Home COVID-19 Impact: Uncertainty over the Future of Clean Hydrogen Sector


As the world fight COVID-19 pandemic and the global economy is gearing up to face the worst recession since the Great Depression, there are apprehensions about the future of environment and climate change initiatives. Unprecedented Covid-19 and one of the worst oil and gas crisis have made the world think twice about their already planned projects and policies to combat the climate change menace. If climate and environment policy commitments take the back seat in economic recovery plans, the clean hydrogen sector, which is at the pre-commercialization phase, will be the hardest hit.

2019 was a great year for the hydrogen sector with the growth and viability of hydrogen, and supporting technology was demonstrated by several new players in the industry, government agencies, and energy companies. Hydrogen Council and IRENA, both in its renewable energy roadmap reports, estimated an 18% and 6% hydrogen share, respectively, in total final energy consumption by 2050. The above target will never be met if swift, decisive, and coordinated action is not taken to stave off the risks posed by Covid-19 and Oil & Gas crisis.

Oil & Gas Crisis to Worsen the Situation

Oil & Gas industry, though one of the major emitters of carbon emissions, was actively involved in the energy transition before the Covid-19 pandemic, with the likes of Total, Shell, and BP involved in several large-scale green hydrogen demonstration projects in Europe. But recent oil price crash could delay such planned and under-development projects, as the oil majors work to salvage their core business in the short to medium term. Fear of global economic recession will not let the oil prices to recover in the near term from their lowest levels in the last two decades and will further undermine the competitiveness of green investments.

Government to Face a Tough Time Ahead

Clean energy projects, including green hydrogen, require massive initial capital and carry substantial risk. Therefore, around 70% of the world’s clean energy investments are government-driven either through direct government finance or in response to policies such as subsidies or taxes. As the world faces severe economic fallout, the Governments worldwide will face an immediate challenge of kick-starting their national economies.

The good news is that most climate and environment ministers in the 27-nation EU back a call to put the European Green Deal at the heart of a post-coronavirus recovery. Green Deal is an EU blueprint to reach net-zero emissions of greenhouse gases by 2050. But the economic recovery stimulus package is expected to bear the brunt of loss of tax revenues, ultimately leading to a substantial increase in the level of the public deficit, which will reduce funding and investments in climate change mitigation and adaptation. The worst-case will be abandoning the climate objectives all together as already urged by Czech PM to ditch the Green Deal and Polish Deputy Minister of State Assets demanding the EU ETS to be abolished from 2021. Similarly, in a recent development, Britain was found resisting EU moves to incorporate guarantees on respecting international climate change commitments in a future trade deal.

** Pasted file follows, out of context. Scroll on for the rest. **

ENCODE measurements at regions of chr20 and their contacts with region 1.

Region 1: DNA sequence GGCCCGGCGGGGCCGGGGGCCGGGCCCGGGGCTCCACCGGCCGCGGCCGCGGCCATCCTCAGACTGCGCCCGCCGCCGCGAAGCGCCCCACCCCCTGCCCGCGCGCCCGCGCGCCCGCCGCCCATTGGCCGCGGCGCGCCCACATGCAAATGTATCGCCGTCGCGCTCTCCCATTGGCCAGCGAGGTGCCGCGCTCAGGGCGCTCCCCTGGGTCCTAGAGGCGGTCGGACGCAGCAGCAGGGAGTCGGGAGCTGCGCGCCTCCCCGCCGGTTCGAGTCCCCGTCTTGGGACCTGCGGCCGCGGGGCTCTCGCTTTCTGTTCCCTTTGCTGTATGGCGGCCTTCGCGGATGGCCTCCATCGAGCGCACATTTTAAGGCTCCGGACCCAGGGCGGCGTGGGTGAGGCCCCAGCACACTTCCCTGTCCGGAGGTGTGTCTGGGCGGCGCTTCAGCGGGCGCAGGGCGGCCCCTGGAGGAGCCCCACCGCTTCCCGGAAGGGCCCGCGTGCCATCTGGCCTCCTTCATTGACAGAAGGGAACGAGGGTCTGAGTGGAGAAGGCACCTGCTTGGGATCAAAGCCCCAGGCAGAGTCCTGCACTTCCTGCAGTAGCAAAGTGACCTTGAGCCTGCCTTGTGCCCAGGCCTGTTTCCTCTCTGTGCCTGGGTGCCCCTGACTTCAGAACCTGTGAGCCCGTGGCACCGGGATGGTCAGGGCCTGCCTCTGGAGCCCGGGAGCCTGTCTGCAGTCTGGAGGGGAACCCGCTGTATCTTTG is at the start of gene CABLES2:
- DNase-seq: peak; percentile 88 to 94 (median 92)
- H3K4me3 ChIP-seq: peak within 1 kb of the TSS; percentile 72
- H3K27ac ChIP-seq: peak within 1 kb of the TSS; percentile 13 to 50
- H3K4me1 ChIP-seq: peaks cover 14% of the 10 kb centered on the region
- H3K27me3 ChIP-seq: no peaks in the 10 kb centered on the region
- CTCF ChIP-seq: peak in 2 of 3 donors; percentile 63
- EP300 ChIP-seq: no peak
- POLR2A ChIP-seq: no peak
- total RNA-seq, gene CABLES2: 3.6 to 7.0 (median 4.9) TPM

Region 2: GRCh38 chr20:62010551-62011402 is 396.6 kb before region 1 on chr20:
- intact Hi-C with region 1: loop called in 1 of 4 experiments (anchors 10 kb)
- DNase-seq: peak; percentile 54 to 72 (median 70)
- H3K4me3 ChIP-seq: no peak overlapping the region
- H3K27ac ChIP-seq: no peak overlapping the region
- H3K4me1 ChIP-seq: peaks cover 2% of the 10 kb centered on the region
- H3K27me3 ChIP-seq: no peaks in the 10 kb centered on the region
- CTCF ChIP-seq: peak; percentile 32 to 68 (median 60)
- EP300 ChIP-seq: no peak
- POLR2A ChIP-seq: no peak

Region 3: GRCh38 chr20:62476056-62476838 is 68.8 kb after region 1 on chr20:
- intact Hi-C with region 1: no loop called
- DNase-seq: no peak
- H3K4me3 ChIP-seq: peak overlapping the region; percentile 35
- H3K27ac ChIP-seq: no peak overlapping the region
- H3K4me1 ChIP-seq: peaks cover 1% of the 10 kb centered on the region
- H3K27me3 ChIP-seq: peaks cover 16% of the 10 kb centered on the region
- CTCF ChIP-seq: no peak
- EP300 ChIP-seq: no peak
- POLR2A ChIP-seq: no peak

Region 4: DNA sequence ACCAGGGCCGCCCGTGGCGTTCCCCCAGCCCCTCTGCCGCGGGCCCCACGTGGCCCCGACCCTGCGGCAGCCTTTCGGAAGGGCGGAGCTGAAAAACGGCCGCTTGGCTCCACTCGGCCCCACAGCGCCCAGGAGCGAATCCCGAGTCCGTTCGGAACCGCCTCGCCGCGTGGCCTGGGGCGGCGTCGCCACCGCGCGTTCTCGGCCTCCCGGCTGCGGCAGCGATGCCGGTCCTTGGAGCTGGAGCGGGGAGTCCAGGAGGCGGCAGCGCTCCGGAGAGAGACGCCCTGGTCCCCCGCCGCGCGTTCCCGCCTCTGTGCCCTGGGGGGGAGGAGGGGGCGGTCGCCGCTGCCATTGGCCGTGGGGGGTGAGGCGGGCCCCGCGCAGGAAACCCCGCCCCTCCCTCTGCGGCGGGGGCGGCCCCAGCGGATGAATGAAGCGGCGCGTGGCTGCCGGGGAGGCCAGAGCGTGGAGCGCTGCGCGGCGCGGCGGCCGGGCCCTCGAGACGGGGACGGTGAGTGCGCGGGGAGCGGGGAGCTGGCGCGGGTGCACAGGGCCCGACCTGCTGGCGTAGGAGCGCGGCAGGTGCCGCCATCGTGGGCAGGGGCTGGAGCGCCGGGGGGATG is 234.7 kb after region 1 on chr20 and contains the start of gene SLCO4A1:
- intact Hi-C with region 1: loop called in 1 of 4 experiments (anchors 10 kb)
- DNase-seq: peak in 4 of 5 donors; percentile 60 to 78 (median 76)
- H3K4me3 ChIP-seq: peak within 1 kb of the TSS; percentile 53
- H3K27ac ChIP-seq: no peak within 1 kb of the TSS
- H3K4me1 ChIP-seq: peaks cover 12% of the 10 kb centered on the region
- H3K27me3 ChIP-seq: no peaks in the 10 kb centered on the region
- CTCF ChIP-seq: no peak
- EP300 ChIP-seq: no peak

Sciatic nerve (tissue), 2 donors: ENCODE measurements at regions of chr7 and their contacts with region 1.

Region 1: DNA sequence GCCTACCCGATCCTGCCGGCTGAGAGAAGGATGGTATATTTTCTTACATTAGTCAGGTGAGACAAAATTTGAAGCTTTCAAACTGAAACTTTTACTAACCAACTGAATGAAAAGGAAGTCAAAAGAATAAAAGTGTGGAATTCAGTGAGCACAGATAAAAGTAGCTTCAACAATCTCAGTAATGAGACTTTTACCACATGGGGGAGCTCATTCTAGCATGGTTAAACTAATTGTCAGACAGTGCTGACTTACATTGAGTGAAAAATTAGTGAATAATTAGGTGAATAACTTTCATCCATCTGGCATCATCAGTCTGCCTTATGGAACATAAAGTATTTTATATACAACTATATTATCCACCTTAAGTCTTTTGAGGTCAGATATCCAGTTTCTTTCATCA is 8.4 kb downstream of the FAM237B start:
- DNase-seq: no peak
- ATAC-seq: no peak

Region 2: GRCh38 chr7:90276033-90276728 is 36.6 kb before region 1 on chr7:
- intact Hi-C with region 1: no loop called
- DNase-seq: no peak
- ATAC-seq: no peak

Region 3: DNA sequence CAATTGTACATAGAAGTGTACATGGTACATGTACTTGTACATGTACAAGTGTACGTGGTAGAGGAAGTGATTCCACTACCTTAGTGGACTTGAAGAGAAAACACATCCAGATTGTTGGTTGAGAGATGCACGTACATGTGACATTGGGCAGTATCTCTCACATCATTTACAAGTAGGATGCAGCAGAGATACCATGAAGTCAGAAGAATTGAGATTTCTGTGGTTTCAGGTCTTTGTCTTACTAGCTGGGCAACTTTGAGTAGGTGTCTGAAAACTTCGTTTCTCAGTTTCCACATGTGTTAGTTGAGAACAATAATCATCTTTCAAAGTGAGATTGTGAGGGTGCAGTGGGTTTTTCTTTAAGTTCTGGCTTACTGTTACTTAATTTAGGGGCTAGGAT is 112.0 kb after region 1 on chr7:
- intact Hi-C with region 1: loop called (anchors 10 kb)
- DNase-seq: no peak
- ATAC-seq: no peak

Hydrogen, an Inevitable Fuel to the Energy Transition

Post Covid-19 world will be divided into sides, one which will be favoring the inclusion of energy transition plans in the economic recovery package and the other which will be against it. No matter which way the world moves, but one thing is sure that without clean hydrogen, the world cannot achieve its 2050 goals on greenhouse gas emissions reduction.

Hydrogen is a solution once successfully implemented can lead to sector coupling. It can decarbonize the gas grids and can be a promising decarbonization option for the transport sector. At the same time, it can be used in industry to produce high-grade heat, as seen with the 6 MW green hydrogen electrolysis plant completed last year at Voestalpine steelmaking facility.

Future Actions

It’s clear that as soon as the Covid-19 pandemic subsides, the task in hand for the governments globally will be policies and initiatives which can quickly turn around the economy from recession onto the recovery path. But the policies and instruments should make sure that the recovery is sustainable, failure to address it will only foster temporary recovery of industries which is unsustainable in the long run. The initial step for the government should be to make clear confirmation of their commitment towards climate goals which will bolster investor’s confidence towards energy projects which are clean and sustainable but risky.

Governments worldwide need to integrate climate concerns in the post-COVID-19 stimulus packages, and few actions governments can take to keep the clean hydrogen sector afloat are as follows:

  • Strategic investments like loans, financing, guarantees to companies, and projects related to green hydrogen, need to be provided. The companies associated with green hydrogen technology are not established yet and are betting high on future opportunities of a hydrogen economy.
  • Discourage the industry of using fossil fuels as an energy source by removing fossil fuel subsidies and tax breaks, thereby narrowing the funding gap of green hydrogen projects.
  • Clearing the path for more clean hydrogen projects by removing unnecessary barriers.

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